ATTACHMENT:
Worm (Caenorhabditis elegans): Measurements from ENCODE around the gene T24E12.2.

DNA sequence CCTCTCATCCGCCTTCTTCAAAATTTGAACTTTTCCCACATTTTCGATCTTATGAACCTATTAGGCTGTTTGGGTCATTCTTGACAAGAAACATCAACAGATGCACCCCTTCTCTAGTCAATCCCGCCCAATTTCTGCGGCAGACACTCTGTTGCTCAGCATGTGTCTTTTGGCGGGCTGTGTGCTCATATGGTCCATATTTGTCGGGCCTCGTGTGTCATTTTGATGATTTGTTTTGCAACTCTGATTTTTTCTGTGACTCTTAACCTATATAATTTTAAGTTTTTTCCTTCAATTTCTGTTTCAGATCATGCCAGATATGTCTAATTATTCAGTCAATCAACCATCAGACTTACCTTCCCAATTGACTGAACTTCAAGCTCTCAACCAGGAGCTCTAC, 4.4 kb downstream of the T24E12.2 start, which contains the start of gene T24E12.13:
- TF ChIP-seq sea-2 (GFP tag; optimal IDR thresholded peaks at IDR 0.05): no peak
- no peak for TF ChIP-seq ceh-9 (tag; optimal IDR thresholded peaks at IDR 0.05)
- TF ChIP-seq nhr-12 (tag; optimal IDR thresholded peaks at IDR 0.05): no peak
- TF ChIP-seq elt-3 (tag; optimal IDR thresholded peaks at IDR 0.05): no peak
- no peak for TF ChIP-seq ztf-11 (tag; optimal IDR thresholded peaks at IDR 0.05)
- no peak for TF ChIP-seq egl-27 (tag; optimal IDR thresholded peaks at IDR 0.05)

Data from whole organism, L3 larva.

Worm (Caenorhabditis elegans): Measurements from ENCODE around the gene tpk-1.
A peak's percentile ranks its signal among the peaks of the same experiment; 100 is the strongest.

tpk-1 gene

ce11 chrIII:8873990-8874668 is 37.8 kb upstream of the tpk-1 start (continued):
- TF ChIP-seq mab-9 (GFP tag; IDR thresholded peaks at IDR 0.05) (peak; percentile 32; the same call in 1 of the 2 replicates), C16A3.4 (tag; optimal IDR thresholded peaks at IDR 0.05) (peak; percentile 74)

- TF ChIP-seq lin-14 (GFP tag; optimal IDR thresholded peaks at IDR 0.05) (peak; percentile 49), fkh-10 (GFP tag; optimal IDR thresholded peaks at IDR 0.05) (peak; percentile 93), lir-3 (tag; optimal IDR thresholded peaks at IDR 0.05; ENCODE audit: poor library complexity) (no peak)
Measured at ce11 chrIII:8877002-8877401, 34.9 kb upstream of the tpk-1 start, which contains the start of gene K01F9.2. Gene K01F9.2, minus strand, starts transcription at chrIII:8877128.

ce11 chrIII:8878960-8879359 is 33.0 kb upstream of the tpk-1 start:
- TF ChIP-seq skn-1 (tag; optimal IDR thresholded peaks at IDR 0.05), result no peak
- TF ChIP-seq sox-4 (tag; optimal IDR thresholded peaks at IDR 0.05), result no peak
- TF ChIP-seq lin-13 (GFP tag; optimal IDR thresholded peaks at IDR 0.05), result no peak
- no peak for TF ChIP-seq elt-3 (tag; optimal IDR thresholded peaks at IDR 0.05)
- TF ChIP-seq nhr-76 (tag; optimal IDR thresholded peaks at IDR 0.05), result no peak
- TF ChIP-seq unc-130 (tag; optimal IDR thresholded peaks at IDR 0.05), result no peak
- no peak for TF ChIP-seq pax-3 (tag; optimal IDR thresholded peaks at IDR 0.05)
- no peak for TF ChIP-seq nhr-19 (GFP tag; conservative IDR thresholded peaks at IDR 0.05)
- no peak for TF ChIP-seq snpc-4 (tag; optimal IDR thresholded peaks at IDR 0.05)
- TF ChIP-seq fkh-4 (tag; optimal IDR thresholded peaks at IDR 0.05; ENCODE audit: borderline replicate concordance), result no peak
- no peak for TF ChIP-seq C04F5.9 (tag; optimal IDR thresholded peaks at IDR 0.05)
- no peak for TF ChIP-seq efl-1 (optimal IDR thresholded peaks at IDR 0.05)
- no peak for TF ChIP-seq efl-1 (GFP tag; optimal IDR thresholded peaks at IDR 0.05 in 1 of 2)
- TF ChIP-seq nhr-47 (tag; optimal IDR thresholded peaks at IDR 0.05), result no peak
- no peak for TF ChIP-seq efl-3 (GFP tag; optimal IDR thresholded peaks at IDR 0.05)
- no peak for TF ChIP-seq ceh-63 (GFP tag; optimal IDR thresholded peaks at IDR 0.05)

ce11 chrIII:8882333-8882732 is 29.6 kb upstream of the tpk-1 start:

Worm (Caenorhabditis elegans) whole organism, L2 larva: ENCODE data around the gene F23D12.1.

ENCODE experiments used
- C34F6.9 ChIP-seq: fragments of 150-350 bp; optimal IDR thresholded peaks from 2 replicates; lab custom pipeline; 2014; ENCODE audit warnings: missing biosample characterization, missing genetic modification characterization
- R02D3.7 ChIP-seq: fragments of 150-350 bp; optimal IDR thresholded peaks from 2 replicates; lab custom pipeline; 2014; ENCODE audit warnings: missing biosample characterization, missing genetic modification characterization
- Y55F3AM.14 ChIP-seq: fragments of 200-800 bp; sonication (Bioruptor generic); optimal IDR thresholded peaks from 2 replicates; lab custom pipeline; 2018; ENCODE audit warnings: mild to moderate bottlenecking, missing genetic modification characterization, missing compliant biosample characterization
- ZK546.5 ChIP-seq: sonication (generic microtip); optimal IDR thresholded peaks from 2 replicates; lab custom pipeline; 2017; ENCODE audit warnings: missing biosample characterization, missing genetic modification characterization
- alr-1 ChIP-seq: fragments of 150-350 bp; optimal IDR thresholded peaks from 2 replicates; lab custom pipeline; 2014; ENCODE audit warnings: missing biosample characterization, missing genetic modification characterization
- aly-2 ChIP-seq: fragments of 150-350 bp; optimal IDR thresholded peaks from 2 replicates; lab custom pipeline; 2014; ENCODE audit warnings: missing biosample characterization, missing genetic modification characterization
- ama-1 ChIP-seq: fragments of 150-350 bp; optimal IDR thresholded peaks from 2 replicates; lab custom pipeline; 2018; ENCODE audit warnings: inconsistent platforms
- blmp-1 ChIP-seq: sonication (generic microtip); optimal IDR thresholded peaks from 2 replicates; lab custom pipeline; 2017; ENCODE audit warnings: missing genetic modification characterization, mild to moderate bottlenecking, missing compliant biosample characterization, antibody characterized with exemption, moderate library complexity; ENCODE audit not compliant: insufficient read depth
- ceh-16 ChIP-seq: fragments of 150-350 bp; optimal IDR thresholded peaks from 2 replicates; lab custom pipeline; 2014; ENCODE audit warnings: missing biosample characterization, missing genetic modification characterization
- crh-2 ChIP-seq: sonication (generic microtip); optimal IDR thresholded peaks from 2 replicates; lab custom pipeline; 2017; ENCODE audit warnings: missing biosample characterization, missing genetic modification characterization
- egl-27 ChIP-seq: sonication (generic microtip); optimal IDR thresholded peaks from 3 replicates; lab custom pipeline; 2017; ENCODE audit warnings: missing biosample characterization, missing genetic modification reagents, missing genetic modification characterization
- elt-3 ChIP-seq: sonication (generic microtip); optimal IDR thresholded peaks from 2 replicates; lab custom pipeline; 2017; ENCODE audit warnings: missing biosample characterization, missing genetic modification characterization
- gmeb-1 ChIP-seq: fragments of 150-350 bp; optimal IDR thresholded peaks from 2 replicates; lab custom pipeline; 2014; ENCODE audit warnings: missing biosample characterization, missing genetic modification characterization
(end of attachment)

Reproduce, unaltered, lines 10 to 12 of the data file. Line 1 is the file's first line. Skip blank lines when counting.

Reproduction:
Worm (Caenorhabditis elegans): Measurements from ENCODE around the gene tpk-1.
A peak's percentile ranks its signal among the peaks of the same experiment; 100 is the strongest.

tpk-1 gene